March is coming in like a lion in the world of mobile payments!
When PayPal announced it was splitting off from parent company eBay in the closing days of September 2014, the payments ecosystem seemed to collectively offer a variety of opinions on a single question – “Now what?”
Today, it looks like the ecosystem may be getting one piece of its answer. PayPal has announced its intention to acquire Paydiant, a white-label, cloud-based mobile wallet platform for retailers, banks and payment processors (as well as cardless ATM access). According to sources cited by re/code, the purchase price will be $280 million.
Paydiant’s platform allows its partners to integrate technology agnostic, complete mobile wallet capabilities into their own mobile apps.
Paydiant made a big splash at Innovation Project 2014, where it took home two awards in the Most Invisible Player and Best Cash Innovation categories. Since it was founded in 2010, the firm has taken in about $35 million in three rounds of funding, all raised out of the same five investors.
It’s also signed onto some fairly high profile partnerships providing the backend mobile wallet services for (Kroger-owned) Harris Teeter, Subway, Capital One, FIS, Barclaycard and Vantiv – just to name a few.
Paydiant’s highest profile partnership is with MCX – the backers of the merchant centric CurrentC mobile wallet. Almost exactly one year ago, MCX signed a deal with Paydiant to integrate its white-label, cloud-based platform with MCX’s mobile commerce system. CurrentC has struggled to get off the ground, with rumors circulating that some of its heaviest hitter members would be leaving given the restrictive nature of its contracts. Those contracts prohibit CurrentC members from offering any mobile payments solution other than its own, which has created lots of friction from members who wish to support Apple Pay.
“Mobile payments and offers are a critical customer touch point for merchant brands,” said Kevin Laracey, CEO and Founder of Paydiant, at the time the MCX pair-up was announced. “We are looking forward to working with MCX to remove the primary obstacles that retailers can face when adopting a mobile payments infrastructure by providing members with greater control over the customer experience. As a result, merchants can engage their customers with the convenience of mobile payments along with personalized offers, promotions and programs that build customer loyalty and increase share of wallet.”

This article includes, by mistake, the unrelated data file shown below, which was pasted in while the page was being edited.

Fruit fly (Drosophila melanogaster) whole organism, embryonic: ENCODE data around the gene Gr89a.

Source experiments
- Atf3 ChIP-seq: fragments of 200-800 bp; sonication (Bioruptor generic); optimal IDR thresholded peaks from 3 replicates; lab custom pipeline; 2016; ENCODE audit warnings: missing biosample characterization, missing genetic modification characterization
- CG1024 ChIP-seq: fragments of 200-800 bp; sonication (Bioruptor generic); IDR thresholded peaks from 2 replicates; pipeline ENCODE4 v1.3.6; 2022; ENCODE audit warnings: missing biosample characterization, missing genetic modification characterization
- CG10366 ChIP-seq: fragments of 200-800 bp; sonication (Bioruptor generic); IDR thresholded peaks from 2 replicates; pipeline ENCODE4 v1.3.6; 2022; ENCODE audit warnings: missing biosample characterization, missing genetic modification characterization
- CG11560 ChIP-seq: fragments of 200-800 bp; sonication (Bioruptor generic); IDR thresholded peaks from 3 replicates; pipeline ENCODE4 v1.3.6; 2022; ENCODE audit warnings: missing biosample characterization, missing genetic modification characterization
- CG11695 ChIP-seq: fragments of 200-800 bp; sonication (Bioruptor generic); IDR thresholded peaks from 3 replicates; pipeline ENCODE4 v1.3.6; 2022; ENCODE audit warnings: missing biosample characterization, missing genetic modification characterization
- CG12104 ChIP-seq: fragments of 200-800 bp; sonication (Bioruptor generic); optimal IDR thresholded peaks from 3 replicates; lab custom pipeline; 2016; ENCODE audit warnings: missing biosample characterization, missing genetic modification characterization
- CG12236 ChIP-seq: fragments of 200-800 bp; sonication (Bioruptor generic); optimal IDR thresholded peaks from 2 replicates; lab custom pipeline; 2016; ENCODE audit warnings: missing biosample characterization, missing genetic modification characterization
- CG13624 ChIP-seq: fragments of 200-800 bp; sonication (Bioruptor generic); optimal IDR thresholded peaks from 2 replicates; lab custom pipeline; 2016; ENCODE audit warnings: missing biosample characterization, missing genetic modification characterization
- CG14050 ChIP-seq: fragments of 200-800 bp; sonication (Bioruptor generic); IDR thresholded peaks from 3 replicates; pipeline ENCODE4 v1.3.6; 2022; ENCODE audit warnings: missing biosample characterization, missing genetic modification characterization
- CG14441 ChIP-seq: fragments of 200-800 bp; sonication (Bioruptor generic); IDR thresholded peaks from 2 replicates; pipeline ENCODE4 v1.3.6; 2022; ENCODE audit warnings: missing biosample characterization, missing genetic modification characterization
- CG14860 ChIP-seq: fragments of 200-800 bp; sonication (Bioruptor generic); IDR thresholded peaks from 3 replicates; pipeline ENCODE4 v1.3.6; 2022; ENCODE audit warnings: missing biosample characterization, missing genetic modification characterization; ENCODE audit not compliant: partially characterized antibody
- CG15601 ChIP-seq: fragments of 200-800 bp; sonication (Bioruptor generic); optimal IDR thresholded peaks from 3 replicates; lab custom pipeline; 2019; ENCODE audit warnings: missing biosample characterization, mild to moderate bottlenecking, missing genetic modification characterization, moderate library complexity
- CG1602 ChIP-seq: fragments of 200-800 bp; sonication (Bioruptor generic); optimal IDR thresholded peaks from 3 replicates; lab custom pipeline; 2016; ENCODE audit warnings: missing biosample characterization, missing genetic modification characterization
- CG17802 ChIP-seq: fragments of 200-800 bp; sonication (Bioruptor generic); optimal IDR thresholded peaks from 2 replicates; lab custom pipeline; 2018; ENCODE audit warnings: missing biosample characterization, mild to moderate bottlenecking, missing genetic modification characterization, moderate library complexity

What remains a question is whether “MCX” as a brand will exist going forward since MCX was the Paydiant solution wrapped around a brand called CurrentC. With control of the Paydiant assets and merchant relationships, PayPal is well positioned to deliver a merchant-friendly solution to MCX members without the contractual shenanigans that have frustrated MCX merchants in the past. PayPal can also work with its members to get a merchant solution in market quickly, including one that enables the use of their own private label cards in consumer PayPal wallets and provides a robust set of capabilities including transactional credit and mPOS solutions.
From our perch, it appears that the acquisition of Paydiant will mean the death of MCX but the birth of a brand new merchant-friendly mobile alternative that can offer merchants exactly what they had hoped to get from MCX plus a whole lot more – including access to 180+ million registered PayPal accountholders.
Brad Brodigan, GM of Retail, spoke with MPD CEO Karen Webster a couple of weeks back about its POS/Retail strategy. During that discussion, Brodigan hinted at a series of things that PayPal would be doing to drive its POS/retail strategy forward.
Watch this space for an exclusive interview tomorrow with PayPal and Paydiant executives on what this acquisition means for merchant and consumers. Braintree CEO Bill Ready and Paydiant Co-Founder Chris Gardner are also speaking at The Innovation Project 2015 March 18 – 19 and will provide additional points of view on the impact of a PayPal/Paydiant matchup at that time.
Now we know what one of those things is.